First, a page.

The death today of Mark Felt, the Washington Post's legendary "Deep Throat" source during the Watergate scandal, capped two weeks which spurred inevitable comparisons between the lawbreaking of Richard Nixon and George W. Bush. Felt's passing followed days after Newsweek identified former DOJ official Thomas Tamm as the whistleblower who brought President Bush's illegal NSA domestic surveillance to the light of day. As it turns out, that revelation came less than a week after Bush bestowed the Presidential Citizens Medal on Watergate felon and Mark Felt critic Charles Colson.
On December 10, President Bush honored Chuck Colson with the second highest award for a civilian, recognizing Americans "who have performed exemplary deeds of service for the nation." Among those services rendered by the convicted Nixon aide turned born-again prison minister, as Slate's David Plotz neatly summarized:
As special counsel to the president, he was Richard Nixon's hard man, the "evil genius" of an evil administration. According to Watergate historian Stanley Kutler, Colson sought to hire Teamsters thugs to beat up anti-war demonstrators, and he plotted to raid or firebomb the Brookings Institution. He eventually pleaded guilty to scheming to defame Daniel Ellsberg and interfering with his trial.Since then, Colson has stayed active in conservative political causes. With no sense of irony, Colson appeared at the religious right's so-called "Justice Sunday" events. And when he wasn't extracting federal funds for his faith-based prison ministry, Colson was on the front lines of the conservative counterattack against Mark Felt.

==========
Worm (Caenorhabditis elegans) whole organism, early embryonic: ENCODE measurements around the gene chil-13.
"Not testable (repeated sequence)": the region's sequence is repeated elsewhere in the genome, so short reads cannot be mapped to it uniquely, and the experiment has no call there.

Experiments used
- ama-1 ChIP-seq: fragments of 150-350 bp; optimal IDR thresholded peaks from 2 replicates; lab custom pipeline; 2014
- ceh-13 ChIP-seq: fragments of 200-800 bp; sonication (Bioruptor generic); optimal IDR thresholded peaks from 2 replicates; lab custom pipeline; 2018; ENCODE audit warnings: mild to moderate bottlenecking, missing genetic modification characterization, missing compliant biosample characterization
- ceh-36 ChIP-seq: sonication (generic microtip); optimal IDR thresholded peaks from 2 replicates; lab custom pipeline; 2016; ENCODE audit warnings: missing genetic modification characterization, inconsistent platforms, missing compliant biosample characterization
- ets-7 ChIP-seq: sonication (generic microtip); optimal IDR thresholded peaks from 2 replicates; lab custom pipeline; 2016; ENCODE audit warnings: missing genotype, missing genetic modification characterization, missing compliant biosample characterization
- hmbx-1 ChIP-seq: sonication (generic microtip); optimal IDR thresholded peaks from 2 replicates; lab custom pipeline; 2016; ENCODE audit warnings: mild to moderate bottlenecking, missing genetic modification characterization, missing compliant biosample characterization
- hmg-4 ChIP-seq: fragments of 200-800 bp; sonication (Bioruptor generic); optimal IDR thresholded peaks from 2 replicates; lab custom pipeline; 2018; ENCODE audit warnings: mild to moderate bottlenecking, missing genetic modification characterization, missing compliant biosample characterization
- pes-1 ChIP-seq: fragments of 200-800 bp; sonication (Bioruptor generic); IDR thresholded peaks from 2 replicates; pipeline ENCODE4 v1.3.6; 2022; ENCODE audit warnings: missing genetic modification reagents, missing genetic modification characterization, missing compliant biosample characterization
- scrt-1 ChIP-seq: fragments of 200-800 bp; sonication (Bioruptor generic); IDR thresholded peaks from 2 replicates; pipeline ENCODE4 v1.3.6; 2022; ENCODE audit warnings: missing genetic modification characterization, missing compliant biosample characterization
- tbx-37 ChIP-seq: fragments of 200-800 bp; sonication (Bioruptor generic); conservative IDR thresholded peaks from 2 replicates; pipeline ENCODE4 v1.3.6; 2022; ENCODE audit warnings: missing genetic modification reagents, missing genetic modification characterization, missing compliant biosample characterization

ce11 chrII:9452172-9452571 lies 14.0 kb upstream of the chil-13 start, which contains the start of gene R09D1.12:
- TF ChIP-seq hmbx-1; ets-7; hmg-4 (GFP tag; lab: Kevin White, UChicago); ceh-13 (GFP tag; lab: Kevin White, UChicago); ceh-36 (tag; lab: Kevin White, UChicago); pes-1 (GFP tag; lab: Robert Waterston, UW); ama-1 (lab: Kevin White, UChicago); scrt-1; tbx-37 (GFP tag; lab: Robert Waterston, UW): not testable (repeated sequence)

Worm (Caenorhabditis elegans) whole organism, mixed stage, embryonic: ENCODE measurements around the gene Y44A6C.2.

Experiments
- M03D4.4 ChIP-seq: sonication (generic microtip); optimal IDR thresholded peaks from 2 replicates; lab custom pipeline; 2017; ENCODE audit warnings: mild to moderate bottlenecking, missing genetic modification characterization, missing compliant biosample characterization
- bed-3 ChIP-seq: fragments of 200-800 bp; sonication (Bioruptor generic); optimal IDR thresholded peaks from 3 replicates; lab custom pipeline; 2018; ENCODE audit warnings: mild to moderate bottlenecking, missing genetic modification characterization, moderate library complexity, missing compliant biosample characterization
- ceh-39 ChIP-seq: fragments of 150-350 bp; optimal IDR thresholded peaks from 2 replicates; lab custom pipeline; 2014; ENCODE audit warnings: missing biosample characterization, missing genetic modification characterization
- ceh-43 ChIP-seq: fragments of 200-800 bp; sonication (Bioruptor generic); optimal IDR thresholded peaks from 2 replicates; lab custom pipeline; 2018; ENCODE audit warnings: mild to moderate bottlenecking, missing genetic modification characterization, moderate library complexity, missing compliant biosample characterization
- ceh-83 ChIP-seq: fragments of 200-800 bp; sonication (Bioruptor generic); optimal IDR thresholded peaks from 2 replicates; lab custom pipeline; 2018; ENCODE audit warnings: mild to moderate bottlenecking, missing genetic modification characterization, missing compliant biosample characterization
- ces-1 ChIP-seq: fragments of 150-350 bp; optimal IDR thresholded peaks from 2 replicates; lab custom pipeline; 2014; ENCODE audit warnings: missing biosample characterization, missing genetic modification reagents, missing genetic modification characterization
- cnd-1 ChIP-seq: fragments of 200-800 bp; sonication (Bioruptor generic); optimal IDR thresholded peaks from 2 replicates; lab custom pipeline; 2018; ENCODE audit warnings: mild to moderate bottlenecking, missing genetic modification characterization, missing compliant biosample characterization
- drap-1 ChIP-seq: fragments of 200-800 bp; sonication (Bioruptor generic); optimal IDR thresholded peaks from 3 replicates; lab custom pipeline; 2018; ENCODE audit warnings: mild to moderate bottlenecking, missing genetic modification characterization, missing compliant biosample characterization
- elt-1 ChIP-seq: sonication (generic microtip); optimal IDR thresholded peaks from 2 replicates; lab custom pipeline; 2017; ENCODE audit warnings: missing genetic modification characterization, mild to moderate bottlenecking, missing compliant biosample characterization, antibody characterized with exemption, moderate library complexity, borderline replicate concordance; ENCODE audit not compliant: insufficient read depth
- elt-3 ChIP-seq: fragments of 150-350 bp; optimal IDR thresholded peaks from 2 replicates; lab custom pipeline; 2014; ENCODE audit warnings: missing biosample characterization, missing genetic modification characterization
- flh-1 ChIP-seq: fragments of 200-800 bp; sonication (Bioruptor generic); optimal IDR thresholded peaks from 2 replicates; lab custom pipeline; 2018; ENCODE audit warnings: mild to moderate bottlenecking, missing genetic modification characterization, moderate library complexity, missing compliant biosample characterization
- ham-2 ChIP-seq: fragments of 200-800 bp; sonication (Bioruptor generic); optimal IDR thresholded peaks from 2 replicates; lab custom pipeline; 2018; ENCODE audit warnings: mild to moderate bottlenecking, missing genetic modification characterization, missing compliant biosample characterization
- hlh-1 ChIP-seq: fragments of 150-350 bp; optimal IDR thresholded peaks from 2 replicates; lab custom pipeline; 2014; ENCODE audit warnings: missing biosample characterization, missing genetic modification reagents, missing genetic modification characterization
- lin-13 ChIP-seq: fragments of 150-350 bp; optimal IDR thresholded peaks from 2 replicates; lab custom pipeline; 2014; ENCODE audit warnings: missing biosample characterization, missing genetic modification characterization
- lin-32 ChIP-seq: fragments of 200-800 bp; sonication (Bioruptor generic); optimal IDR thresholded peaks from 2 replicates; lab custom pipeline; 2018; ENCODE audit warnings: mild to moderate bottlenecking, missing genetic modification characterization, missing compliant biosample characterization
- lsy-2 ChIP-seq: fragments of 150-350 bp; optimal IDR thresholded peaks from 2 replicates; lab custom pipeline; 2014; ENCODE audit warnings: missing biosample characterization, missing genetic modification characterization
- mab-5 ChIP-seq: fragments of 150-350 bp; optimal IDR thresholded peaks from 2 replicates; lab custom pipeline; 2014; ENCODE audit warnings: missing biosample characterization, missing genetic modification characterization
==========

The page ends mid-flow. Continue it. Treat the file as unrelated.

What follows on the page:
When Felt was revealed to be "Deep Throat" three years ago, Colson was among the former Nixon henchmen and current Bush water carriers slandering the former FBI official. The future Bush award winner told the Washington Post on June 1, 2005, "Mark Felt could have stopped Watergate," adding, "Instead, he goes out and basically undermines the administration." Four days later, Colson blasted Felt's disclosure to reporter Bob Woodward in an interview with CNN's Wolf Blitzer:
"I don't think it was a noble act at all. I think the only thing that we need to be discussing today is the moral lesson of Deep Throat. I've worked for the last 30 years preaching the gospel of Christ in prisons all across America. Today there are 2.1 million people in prison, and the one single characteristic I've discovered is, every one of them has not had moral training. They're like feral children. They come up off the streets. And if they get the message that somebody can break the law in a noble purpose, and can justify it, that's a terrible thing."Of course, "feral child" was among the kinder epithets Nixon's conservative allies hurled at Mark Felt three years ago. Henry Kissinger protested, "I don't think it's heroic to act as a spy on your president when you're in high office," while Tricky Dick aide and MSNBC regular Pat Buchanan called Felt a "traitor." Monica Crowley, Rush Limbaugh and Ann Coulter also hurried to defend Nixon's legacy (which his one-time aide Ben Stein glowingly described as a "lying, conniving peacemaker") from the media.
The 95-year old Mark Felt may have exited from the scene just as the Watergate flashback film Frost/Nixon hits the theaters, but the demons he represents for the conservative movement remain. The mouthpieces on the right have long called for the prosecutionof both Tamm and the New York Times for leaking details of the NSA's illicit warrantless spying on Americans. As for Scooter Libby, Dick Cheney's chief-of-staff convicted of perjury and obstruction of justice in the outing of covert CIA operative Valerie Plame, Bush's amen corner believes he deserves a medal.
Just like Chuck Colson.